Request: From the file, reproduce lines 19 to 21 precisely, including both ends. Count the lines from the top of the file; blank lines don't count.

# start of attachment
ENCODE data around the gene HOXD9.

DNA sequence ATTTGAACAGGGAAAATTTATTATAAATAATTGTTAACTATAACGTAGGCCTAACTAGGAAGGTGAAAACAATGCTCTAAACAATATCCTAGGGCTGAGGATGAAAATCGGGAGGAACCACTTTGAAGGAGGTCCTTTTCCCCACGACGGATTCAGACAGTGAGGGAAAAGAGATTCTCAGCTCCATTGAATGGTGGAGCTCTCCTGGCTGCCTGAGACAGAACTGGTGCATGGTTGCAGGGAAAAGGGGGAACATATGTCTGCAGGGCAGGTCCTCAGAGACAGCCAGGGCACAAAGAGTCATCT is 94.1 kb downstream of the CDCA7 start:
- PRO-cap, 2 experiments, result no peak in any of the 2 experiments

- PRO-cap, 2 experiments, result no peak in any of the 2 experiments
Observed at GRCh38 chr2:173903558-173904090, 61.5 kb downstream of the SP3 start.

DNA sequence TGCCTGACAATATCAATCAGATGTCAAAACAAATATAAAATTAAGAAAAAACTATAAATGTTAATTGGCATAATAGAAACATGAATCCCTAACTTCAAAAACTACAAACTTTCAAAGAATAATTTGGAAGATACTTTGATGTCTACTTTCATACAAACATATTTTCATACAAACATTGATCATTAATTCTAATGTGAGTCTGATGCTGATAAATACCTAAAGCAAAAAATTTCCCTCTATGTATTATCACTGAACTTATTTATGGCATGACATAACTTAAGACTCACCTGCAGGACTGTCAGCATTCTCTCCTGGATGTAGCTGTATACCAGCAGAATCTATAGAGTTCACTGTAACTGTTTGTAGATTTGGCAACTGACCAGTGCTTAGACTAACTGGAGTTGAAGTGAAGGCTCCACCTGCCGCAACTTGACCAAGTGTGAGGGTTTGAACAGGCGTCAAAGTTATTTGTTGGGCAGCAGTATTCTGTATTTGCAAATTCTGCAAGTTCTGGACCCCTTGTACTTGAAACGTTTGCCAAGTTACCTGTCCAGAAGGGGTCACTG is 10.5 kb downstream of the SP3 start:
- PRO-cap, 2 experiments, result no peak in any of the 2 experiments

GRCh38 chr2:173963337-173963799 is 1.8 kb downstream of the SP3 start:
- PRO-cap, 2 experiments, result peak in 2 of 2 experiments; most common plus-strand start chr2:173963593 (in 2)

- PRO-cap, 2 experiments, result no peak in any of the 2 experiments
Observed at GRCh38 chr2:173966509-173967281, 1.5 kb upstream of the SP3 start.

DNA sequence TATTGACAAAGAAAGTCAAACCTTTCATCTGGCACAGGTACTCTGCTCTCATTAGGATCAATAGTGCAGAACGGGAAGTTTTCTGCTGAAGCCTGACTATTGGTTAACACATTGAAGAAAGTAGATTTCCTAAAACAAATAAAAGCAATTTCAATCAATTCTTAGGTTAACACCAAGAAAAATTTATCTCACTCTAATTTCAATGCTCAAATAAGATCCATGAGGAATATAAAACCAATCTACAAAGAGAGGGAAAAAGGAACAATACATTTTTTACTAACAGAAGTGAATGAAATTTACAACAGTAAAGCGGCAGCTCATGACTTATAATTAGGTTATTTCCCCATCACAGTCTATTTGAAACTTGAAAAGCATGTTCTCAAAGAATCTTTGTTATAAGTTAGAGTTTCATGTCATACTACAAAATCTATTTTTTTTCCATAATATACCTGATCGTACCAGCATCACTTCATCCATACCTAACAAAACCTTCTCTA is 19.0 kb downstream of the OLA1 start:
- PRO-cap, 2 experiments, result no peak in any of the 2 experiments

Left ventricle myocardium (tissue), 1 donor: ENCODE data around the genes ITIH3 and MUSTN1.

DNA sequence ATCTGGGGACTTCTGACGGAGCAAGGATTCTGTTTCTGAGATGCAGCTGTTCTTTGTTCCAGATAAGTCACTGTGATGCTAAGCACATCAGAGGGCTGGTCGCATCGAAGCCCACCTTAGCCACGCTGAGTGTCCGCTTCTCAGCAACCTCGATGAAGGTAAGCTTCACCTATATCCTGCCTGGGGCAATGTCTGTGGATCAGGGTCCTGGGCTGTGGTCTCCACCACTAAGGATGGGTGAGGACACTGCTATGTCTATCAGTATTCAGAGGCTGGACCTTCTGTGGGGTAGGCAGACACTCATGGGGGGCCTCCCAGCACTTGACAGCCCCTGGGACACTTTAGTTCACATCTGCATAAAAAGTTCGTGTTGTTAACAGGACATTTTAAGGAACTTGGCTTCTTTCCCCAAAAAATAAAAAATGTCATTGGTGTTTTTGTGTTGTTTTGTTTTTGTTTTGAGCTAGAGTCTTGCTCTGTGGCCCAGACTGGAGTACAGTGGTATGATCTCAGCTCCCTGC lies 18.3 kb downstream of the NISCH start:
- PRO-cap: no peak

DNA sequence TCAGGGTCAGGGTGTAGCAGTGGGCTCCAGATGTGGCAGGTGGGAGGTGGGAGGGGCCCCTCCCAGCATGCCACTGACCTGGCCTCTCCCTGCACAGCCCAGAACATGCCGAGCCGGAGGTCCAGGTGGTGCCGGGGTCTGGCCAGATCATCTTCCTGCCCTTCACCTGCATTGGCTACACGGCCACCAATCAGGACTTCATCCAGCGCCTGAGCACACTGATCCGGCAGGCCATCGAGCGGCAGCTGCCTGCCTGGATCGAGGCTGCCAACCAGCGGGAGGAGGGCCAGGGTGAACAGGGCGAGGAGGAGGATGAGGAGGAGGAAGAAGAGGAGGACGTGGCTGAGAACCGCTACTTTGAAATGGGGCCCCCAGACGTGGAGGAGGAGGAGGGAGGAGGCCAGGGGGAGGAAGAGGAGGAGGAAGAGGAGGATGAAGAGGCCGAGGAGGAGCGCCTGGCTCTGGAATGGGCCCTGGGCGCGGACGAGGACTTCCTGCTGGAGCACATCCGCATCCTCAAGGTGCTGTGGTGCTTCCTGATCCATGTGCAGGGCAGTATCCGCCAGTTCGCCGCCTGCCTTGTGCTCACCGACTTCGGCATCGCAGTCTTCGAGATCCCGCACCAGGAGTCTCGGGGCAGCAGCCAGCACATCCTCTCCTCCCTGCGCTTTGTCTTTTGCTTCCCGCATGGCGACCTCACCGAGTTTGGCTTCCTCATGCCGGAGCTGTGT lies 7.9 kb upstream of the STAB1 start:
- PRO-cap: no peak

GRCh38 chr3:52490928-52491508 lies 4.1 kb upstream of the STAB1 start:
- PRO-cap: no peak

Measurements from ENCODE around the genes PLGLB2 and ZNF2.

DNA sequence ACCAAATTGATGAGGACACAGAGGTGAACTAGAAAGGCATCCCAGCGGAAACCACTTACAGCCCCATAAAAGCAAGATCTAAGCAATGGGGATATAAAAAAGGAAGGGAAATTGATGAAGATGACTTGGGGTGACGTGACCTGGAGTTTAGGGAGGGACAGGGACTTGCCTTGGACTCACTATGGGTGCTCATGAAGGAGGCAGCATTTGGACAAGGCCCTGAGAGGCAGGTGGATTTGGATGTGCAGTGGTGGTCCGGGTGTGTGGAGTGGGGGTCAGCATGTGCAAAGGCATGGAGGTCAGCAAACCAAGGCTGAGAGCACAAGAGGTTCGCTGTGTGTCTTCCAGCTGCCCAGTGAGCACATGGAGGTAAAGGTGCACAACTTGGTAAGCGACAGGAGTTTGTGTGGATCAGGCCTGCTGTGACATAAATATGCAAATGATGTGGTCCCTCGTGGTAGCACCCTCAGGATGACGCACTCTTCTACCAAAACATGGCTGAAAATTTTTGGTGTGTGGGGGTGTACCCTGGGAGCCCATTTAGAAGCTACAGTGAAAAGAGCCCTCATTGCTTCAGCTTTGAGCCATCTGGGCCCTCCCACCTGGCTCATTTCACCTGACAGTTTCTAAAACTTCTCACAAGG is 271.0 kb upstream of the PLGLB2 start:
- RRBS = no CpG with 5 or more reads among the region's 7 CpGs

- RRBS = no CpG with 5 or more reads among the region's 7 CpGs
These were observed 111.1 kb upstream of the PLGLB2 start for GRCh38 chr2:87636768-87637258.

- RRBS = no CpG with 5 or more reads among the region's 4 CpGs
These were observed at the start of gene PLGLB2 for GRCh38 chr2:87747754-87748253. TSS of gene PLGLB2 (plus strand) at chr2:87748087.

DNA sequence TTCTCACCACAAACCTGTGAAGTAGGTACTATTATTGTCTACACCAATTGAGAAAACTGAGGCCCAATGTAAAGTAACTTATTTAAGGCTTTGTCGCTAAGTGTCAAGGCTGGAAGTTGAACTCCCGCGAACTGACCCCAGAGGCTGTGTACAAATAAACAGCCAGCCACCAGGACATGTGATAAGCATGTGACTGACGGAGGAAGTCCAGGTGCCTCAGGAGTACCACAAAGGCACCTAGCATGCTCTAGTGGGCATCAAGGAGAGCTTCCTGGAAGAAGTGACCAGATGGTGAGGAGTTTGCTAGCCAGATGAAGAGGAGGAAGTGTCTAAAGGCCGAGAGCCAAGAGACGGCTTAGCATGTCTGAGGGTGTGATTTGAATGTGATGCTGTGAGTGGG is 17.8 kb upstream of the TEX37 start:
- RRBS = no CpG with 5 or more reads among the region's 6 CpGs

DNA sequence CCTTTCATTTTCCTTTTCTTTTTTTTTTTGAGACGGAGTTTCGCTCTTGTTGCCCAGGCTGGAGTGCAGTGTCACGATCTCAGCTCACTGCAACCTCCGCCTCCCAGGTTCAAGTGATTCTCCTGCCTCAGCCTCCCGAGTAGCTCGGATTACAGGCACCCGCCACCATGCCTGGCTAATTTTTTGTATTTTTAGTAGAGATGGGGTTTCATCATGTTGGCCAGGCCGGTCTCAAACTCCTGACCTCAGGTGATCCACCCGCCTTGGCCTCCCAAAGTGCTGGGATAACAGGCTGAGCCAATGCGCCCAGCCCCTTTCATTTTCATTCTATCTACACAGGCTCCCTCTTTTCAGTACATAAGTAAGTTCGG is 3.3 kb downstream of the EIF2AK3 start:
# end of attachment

GRCh38 chr3:52490928-52491508 lies 4.1 kb upstream of the STAB1 start:
- PRO-cap: no peak

Measurements from ENCODE around the genes PLGLB2 and ZNF2.